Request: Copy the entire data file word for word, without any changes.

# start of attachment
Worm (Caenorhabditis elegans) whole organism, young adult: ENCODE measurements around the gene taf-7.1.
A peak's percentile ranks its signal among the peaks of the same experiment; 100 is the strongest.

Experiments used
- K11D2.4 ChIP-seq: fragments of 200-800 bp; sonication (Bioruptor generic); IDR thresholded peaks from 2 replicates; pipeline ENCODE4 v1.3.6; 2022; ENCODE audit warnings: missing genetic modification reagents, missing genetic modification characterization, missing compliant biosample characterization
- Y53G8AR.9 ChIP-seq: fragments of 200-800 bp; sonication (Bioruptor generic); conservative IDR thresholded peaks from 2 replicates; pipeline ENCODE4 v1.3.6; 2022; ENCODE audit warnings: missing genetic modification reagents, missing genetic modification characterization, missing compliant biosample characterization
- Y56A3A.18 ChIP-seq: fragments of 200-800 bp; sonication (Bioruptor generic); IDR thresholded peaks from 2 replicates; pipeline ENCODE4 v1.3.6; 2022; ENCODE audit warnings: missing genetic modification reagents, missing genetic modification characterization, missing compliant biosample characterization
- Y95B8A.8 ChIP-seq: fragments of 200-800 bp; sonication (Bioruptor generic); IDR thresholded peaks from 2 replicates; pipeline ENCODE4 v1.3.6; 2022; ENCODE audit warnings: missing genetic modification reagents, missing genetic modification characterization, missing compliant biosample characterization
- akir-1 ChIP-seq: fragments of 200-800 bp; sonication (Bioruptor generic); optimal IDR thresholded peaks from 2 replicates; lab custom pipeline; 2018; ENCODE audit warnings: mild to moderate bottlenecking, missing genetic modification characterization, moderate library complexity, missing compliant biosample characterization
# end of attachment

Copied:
Worm (Caenorhabditis elegans) whole organism, young adult: ENCODE measurements around the gene taf-7.1.
A peak's percentile ranks its signal among the peaks of the same experiment; 100 is the strongest.

Experiments used
- K11D2.4 ChIP-seq: fragments of 200-800 bp; sonication (Bioruptor generic); IDR thresholded peaks from 2 replicates; pipeline ENCODE4 v1.3.6; 2022; ENCODE audit warnings: missing genetic modification reagents, missing genetic modification characterization, missing compliant biosample characterization
- Y53G8AR.9 ChIP-seq: fragments of 200-800 bp; sonication (Bioruptor generic); conservative IDR thresholded peaks from 2 replicates; pipeline ENCODE4 v1.3.6; 2022; ENCODE audit warnings: missing genetic modification reagents, missing genetic modification characterization, missing compliant biosample characterization
- Y56A3A.18 ChIP-seq: fragments of 200-800 bp; sonication (Bioruptor generic); IDR thresholded peaks from 2 replicates; pipeline ENCODE4 v1.3.6; 2022; ENCODE audit warnings: missing genetic modification reagents, missing genetic modification characterization, missing compliant biosample characterization
- Y95B8A.8 ChIP-seq: fragments of 200-800 bp; sonication (Bioruptor generic); IDR thresholded peaks from 2 replicates; pipeline ENCODE4 v1.3.6; 2022; ENCODE audit warnings: missing genetic modification reagents, missing genetic modification characterization, missing compliant biosample characterization
- akir-1 ChIP-seq: fragments of 200-800 bp; sonication (Bioruptor generic); optimal IDR thresholded peaks from 2 replicates; lab custom pipeline; 2018; ENCODE audit warnings: mild to moderate bottlenecking, missing genetic modification characterization, moderate library complexity, missing compliant biosample characterization